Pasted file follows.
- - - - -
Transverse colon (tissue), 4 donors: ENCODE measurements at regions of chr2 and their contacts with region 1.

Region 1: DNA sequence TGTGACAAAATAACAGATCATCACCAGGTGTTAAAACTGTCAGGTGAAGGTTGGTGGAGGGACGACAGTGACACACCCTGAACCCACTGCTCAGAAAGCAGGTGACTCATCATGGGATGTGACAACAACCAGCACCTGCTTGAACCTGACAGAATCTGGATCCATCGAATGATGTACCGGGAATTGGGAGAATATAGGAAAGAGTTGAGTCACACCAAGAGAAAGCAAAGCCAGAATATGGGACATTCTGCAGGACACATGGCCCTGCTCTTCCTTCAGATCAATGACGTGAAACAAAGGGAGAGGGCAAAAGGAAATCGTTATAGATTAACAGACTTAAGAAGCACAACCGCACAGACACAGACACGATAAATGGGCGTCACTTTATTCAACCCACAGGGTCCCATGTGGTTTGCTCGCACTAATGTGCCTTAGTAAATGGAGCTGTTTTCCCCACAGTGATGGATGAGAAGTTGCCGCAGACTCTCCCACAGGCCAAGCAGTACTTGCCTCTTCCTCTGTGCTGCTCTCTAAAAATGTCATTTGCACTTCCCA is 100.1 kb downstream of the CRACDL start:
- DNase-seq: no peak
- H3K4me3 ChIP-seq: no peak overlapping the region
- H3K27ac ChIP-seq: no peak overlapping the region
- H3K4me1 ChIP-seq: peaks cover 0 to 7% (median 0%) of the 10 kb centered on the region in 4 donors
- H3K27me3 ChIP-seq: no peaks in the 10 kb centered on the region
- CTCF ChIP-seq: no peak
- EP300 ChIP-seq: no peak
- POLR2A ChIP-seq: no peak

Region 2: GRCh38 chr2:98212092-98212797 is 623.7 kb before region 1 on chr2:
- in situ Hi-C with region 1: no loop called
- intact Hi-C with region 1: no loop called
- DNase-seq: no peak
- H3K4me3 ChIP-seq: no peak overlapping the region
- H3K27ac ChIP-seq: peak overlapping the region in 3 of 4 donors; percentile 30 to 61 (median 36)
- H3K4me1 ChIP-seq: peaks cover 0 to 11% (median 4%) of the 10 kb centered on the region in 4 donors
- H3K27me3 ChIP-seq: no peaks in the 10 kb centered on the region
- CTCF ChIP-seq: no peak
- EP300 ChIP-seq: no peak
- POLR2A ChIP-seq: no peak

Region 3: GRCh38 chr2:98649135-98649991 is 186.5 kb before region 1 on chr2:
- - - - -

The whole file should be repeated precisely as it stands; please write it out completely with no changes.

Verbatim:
Transverse colon (tissue), 4 donors: ENCODE measurements at regions of chr2 and their contacts with region 1.

Region 1: DNA sequence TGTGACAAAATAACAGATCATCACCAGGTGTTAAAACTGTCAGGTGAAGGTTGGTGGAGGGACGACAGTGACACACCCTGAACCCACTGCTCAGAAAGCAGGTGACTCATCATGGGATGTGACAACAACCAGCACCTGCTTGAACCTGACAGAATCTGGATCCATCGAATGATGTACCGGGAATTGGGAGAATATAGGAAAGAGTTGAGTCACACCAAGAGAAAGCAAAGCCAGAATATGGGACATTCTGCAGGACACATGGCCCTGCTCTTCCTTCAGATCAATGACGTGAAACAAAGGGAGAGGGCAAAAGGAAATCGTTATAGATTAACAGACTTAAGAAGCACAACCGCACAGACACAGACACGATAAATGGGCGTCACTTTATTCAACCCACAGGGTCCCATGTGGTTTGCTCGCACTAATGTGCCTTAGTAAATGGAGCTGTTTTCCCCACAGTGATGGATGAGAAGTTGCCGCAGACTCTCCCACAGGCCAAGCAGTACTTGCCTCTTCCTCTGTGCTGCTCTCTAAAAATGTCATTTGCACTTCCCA is 100.1 kb downstream of the CRACDL start:
- DNase-seq: no peak
- H3K4me3 ChIP-seq: no peak overlapping the region
- H3K27ac ChIP-seq: no peak overlapping the region
- H3K4me1 ChIP-seq: peaks cover 0 to 7% (median 0%) of the 10 kb centered on the region in 4 donors
- H3K27me3 ChIP-seq: no peaks in the 10 kb centered on the region
- CTCF ChIP-seq: no peak
- EP300 ChIP-seq: no peak
- POLR2A ChIP-seq: no peak

Region 2: GRCh38 chr2:98212092-98212797 is 623.7 kb before region 1 on chr2:
- in situ Hi-C with region 1: no loop called
- intact Hi-C with region 1: no loop called
- DNase-seq: no peak
- H3K4me3 ChIP-seq: no peak overlapping the region
- H3K27ac ChIP-seq: peak overlapping the region in 3 of 4 donors; percentile 30 to 61 (median 36)
- H3K4me1 ChIP-seq: peaks cover 0 to 11% (median 4%) of the 10 kb centered on the region in 4 donors
- H3K27me3 ChIP-seq: no peaks in the 10 kb centered on the region
- CTCF ChIP-seq: no peak
- EP300 ChIP-seq: no peak
- POLR2A ChIP-seq: no peak

Region 3: GRCh38 chr2:98649135-98649991 is 186.5 kb before region 1 on chr2: